I wanted to figure out a way to begin this blog post with a nervous giggle - but I don't know how to articulate that into typed speech? So I'll say - I had one heck of a time trying to pick photographs for Rebecca's guest spot in our series "How to become a BETTER student."
While I've seen her work described/called EDGY - I say it's Death Wish meets Ahhotep I meets St. Joan of Arc meets Tim "The Toolman" Taylor. Brash and Bold - like STEAMPUNK got it's butt kicked by Japanese Anime!
With her almost monochromatic color schemes, use of machine components and extremely detailed eye for design - her work speaks volumes about who she is - best show you what I mean? To me, she's one of those instructors you'd want to take a class from - just to find out what is in her head...I couldn't even chose which pictures to use? Thanks Rebecca for your time, your art and inspiration.
1. What is your most difficult obstacle to overcome while teaching a class?
RS: Dealing with students whose beading skills do not match those required for the class.
2. What is your most difficult obstacle to overcome while attending a class?
RS: Mechanical failure. A good teacher must be prepared to teach via an alternate method. If there is mechanical failure (computer/overhead projector won't work) be prepared with a (practiced) back up plan.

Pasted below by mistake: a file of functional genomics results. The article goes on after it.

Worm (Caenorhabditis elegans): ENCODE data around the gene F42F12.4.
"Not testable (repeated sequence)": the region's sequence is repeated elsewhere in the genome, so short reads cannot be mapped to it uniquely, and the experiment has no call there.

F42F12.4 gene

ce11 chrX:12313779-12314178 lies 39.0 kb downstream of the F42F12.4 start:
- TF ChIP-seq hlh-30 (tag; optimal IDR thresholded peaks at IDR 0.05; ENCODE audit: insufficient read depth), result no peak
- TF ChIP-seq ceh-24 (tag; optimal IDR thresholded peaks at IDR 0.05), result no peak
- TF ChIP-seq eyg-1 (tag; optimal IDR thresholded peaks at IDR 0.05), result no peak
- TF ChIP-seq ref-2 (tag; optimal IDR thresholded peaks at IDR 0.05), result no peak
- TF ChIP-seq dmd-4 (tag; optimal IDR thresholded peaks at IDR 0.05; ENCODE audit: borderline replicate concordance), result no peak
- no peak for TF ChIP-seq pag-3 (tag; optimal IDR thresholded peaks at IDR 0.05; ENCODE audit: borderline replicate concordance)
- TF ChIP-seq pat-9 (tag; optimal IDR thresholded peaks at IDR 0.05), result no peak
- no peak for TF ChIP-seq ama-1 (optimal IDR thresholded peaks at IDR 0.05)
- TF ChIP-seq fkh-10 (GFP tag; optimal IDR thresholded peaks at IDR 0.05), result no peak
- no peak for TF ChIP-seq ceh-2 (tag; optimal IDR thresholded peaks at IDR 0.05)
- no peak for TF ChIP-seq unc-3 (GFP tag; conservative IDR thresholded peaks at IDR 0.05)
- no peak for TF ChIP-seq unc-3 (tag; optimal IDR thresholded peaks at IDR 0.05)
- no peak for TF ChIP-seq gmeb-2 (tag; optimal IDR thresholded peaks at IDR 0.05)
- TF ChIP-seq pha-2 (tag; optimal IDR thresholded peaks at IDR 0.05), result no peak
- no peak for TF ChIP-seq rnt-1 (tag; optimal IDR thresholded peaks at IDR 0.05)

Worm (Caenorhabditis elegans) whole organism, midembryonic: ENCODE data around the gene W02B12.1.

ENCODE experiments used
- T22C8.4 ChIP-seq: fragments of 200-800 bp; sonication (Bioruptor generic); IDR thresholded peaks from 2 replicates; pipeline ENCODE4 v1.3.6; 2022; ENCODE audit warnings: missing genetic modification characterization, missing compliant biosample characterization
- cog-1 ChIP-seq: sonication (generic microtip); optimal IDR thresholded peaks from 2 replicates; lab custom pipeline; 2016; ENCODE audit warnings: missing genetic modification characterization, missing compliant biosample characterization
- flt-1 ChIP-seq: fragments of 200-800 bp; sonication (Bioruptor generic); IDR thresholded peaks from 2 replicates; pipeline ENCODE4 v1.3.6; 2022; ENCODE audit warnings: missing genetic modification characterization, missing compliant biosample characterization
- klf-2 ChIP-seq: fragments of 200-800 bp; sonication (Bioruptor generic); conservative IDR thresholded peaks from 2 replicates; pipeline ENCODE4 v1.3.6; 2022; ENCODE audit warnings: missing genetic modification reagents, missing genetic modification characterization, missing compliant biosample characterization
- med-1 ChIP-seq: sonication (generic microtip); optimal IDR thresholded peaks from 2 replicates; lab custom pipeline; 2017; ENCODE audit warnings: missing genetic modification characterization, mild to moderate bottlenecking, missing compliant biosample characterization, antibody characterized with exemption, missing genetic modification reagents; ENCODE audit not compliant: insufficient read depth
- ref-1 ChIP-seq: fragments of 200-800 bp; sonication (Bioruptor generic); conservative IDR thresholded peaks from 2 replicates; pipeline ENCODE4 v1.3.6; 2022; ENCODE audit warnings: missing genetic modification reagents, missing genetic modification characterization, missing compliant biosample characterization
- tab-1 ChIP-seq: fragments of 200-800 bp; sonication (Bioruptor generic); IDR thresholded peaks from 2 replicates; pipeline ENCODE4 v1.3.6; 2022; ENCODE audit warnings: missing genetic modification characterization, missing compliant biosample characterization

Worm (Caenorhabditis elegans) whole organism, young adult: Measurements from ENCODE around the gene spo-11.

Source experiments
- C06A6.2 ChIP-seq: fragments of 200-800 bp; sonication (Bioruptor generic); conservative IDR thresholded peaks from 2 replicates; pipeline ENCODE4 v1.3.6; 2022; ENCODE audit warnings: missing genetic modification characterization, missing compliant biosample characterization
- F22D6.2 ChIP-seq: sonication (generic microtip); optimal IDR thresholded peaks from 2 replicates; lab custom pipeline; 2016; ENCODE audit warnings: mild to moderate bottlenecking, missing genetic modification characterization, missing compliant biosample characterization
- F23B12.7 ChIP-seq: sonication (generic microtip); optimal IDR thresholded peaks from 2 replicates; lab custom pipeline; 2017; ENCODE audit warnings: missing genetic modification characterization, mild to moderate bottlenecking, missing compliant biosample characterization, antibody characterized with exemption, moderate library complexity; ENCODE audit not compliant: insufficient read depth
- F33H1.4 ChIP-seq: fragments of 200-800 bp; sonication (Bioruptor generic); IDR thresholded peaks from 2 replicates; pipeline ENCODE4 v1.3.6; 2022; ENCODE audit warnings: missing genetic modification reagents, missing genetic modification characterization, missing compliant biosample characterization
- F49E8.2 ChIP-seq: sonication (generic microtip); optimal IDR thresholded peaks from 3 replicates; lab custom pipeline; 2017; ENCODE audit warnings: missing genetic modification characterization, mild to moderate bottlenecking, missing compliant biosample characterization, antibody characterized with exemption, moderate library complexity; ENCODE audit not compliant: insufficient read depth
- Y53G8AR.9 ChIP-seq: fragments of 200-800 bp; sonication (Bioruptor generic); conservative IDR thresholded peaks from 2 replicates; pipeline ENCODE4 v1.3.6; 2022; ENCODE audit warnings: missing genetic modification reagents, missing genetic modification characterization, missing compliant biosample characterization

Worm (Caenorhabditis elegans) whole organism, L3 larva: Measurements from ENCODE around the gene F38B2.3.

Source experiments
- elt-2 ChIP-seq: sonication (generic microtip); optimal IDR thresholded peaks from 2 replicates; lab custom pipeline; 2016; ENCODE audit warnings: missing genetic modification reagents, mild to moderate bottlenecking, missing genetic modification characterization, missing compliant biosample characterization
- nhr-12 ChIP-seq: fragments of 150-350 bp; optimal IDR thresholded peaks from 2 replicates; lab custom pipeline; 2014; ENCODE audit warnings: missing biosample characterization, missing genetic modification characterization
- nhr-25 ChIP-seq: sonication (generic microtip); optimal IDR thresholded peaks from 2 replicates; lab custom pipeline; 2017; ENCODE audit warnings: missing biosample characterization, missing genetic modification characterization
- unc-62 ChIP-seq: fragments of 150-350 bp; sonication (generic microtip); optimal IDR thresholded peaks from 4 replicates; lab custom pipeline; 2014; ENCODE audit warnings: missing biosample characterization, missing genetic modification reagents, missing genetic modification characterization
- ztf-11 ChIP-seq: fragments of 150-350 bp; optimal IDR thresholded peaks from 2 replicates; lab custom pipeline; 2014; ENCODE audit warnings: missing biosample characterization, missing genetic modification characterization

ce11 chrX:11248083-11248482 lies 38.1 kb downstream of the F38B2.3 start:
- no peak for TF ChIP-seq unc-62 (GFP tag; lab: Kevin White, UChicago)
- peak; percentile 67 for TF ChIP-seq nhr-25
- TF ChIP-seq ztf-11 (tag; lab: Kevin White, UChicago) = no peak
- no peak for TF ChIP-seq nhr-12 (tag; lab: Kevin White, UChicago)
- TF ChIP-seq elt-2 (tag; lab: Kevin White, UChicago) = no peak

3. Why do you teach? (Be very specific here please):
RS: I have been beading for a long time and am quite passionate about my beadwork. I love to inspire others to express themselves artistically in this medium. Helping someone to succeed in bringing their creative ideas to fruition is extremely satisfying. Beading asked to teach is one of the greatest compliments.
4. How do you feel about beading SKILL levels: Beginner, Intermediate and Advanced;
RS: I think the class description needs to accurately express the technique(s) to be used and the skill level required to satisfactorily complete the class/project. I also think students need to understand the instructor has listed the skill level required for the class not to exclude certain students, but to remove the frustration/discouragement or lack of success on the part of the student who may not meet the skill level listed.
5. What is the BEST way you can handle a disruptive student?
RS: The teacher should decide ahead of time the rules of conduct for the class. These should be addressed at the start of the class making sure the rules are understood by the class.
If the student is disrupting the class with questions - Address the class and advise them there will be time for questions soon. Take questions/comments periodically through the class at the end of the the step/concept.
If a talkative student is disrupting the class - Address the class and advise them to share a question or thought about the project. If conversation is not about the class ask them to refrain from talking and extend courtesy to other students are listening to the instructions. If repeated, ask the student(s) to hold the conversation until the break or take the conversation outside the classroom.